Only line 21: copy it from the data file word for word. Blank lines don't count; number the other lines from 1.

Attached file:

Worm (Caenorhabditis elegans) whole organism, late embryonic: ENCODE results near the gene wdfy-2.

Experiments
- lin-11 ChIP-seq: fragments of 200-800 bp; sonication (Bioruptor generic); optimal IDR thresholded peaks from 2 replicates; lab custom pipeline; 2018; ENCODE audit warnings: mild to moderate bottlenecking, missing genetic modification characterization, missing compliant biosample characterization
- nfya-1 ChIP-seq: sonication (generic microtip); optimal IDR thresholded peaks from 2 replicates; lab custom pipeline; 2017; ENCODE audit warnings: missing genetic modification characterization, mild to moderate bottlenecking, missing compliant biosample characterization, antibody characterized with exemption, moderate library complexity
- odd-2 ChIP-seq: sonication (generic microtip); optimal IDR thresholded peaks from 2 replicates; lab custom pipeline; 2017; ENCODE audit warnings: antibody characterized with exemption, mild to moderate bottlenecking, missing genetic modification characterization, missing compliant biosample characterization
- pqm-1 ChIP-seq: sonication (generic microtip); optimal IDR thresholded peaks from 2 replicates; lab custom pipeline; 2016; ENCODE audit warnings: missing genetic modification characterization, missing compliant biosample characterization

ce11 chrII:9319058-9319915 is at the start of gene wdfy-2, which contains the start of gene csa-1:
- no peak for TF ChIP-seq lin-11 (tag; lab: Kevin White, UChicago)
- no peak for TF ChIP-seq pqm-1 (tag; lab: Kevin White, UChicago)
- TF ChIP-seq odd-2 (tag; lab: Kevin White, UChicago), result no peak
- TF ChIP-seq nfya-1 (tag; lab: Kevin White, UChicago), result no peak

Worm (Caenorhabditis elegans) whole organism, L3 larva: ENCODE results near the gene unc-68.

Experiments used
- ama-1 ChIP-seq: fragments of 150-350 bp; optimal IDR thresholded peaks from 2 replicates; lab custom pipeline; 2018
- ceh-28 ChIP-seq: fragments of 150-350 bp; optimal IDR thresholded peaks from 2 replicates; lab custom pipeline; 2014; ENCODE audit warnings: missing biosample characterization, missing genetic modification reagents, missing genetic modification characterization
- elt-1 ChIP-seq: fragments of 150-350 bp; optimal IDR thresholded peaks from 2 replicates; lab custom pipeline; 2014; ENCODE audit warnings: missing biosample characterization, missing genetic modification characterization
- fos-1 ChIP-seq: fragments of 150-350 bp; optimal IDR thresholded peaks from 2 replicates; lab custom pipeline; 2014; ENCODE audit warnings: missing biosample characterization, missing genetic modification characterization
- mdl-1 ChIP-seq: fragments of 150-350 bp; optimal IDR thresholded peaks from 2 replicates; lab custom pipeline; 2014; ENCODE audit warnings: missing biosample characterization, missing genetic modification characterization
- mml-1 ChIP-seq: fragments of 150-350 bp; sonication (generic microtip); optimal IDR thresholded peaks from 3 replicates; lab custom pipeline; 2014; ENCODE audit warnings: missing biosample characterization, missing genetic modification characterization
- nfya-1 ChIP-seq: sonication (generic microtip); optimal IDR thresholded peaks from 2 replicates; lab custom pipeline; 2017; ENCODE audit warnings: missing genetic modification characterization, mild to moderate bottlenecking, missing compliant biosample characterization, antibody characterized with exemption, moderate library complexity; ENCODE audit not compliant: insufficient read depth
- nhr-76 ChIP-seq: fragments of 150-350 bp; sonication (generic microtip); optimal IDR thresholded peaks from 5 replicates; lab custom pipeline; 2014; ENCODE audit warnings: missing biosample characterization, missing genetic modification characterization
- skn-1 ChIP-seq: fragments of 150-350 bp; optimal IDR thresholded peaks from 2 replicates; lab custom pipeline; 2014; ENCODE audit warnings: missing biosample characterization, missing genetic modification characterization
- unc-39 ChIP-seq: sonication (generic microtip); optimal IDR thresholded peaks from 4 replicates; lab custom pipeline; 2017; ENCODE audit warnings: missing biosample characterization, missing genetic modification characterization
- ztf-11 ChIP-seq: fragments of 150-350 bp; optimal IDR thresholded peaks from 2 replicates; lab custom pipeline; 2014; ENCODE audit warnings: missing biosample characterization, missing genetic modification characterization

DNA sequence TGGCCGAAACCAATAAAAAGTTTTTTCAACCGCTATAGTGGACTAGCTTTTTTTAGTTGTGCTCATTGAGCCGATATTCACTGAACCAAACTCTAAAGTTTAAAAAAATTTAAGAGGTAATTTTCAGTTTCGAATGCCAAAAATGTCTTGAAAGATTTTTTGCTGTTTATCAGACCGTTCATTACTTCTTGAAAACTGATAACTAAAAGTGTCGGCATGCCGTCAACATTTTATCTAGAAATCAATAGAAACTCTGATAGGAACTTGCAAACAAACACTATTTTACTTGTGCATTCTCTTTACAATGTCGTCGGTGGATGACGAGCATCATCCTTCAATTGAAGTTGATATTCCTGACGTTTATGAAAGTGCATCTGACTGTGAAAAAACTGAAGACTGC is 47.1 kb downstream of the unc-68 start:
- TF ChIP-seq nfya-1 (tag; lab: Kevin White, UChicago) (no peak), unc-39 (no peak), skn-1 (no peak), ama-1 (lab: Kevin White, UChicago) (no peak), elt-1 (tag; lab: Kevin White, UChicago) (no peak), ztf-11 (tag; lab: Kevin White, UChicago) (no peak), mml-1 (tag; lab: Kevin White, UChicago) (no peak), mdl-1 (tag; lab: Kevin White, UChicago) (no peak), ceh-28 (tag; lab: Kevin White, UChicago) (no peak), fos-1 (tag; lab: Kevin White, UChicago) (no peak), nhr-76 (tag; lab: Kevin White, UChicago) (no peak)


- nhr-76 ChIP-seq: fragments of 150-350 bp; sonication (generic microtip); optimal IDR thresholded peaks from 5 replicates; lab custom pipeline; 2014; ENCODE audit warnings: missing biosample characterization, missing genetic modification characterization